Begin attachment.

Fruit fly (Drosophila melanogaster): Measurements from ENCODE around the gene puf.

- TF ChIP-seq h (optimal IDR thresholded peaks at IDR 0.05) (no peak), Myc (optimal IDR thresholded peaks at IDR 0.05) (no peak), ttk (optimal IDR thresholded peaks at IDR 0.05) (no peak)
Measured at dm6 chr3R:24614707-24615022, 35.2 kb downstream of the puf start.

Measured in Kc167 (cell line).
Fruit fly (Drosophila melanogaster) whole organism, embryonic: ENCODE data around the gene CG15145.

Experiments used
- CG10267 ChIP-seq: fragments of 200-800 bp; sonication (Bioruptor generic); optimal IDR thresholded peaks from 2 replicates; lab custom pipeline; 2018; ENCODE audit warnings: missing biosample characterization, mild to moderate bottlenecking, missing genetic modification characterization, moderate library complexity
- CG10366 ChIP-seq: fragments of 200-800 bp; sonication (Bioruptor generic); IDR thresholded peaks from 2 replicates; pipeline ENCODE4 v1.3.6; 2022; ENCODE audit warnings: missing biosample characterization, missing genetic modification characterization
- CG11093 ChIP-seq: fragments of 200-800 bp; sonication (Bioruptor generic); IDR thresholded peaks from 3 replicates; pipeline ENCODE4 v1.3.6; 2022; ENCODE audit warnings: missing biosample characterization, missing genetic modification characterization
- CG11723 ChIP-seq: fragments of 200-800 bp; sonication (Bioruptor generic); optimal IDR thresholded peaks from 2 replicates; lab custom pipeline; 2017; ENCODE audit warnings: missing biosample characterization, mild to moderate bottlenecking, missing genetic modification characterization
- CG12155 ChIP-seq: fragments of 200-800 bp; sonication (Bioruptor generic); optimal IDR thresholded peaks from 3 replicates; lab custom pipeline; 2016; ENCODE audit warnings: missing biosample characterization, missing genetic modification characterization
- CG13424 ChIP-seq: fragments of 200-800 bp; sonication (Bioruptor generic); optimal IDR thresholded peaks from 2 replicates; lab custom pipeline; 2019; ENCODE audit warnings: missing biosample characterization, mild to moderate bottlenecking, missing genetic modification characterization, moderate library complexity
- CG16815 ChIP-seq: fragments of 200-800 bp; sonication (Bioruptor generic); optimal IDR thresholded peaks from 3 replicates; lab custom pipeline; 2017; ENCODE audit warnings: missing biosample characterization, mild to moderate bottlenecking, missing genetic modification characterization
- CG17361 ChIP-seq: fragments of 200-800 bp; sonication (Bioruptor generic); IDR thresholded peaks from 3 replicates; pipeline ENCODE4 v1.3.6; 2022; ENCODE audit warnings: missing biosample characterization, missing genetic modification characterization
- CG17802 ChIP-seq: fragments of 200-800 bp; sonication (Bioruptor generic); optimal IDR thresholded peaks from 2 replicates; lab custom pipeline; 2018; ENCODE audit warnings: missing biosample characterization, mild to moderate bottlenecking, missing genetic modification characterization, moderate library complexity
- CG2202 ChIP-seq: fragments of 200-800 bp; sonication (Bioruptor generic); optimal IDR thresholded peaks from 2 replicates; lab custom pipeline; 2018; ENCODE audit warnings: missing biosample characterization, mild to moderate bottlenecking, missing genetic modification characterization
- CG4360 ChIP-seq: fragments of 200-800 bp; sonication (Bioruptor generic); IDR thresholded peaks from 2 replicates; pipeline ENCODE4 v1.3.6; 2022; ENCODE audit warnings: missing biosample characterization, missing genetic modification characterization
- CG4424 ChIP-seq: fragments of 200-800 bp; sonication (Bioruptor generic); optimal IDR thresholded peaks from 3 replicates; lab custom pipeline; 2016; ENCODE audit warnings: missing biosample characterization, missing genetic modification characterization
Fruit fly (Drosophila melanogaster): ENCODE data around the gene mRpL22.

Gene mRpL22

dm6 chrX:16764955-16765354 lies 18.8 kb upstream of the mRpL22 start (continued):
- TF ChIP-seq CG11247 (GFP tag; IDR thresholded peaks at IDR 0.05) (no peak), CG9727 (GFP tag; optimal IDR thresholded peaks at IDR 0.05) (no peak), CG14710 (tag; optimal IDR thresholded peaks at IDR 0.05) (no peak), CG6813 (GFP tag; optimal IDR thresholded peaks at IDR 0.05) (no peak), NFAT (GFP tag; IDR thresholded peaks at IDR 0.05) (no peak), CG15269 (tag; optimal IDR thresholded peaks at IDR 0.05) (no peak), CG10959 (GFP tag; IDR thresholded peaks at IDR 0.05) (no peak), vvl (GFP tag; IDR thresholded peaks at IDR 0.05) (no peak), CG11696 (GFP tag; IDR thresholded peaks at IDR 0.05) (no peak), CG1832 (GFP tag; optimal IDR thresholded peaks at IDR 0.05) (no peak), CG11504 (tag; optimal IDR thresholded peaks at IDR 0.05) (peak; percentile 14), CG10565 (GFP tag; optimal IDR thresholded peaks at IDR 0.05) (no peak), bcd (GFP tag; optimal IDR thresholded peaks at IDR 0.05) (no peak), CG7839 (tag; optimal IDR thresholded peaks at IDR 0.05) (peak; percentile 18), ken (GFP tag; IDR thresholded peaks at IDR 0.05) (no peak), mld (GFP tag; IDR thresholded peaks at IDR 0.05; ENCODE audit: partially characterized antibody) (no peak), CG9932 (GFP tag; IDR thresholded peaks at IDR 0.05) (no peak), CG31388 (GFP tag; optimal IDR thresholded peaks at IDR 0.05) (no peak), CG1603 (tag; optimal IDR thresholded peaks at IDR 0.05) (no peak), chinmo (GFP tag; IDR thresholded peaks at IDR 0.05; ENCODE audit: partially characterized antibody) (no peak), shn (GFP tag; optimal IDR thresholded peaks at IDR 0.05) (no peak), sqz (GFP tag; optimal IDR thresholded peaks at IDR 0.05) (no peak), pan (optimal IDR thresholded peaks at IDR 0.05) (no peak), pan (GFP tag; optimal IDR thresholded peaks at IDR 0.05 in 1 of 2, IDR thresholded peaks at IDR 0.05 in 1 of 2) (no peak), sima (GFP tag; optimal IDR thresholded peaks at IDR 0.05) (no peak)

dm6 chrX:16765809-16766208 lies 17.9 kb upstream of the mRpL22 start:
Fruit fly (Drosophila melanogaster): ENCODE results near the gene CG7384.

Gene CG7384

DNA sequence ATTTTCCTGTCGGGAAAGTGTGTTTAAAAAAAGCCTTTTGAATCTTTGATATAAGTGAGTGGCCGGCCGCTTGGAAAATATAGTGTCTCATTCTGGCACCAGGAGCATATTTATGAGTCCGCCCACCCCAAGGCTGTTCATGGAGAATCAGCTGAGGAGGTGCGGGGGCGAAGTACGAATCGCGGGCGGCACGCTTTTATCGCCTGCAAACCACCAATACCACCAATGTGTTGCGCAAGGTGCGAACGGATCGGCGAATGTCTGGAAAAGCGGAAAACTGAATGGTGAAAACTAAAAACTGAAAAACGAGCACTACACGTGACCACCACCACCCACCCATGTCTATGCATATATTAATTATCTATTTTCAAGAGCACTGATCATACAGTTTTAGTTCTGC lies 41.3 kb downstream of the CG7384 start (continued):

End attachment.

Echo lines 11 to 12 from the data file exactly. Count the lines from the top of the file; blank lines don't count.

- CG12155 ChIP-seq: fragments of 200-800 bp; sonication (Bioruptor generic); optimal IDR thresholded peaks from 3 replicates; lab custom pipeline; 2016; ENCODE audit warnings: missing biosample characterization, missing genetic modification characterization
- CG13424 ChIP-seq: fragments of 200-800 bp; sonication (Bioruptor generic); optimal IDR thresholded peaks from 2 replicates; lab custom pipeline; 2019; ENCODE audit warnings: missing biosample characterization, mild to moderate bottlenecking, missing genetic modification characterization, moderate library complexity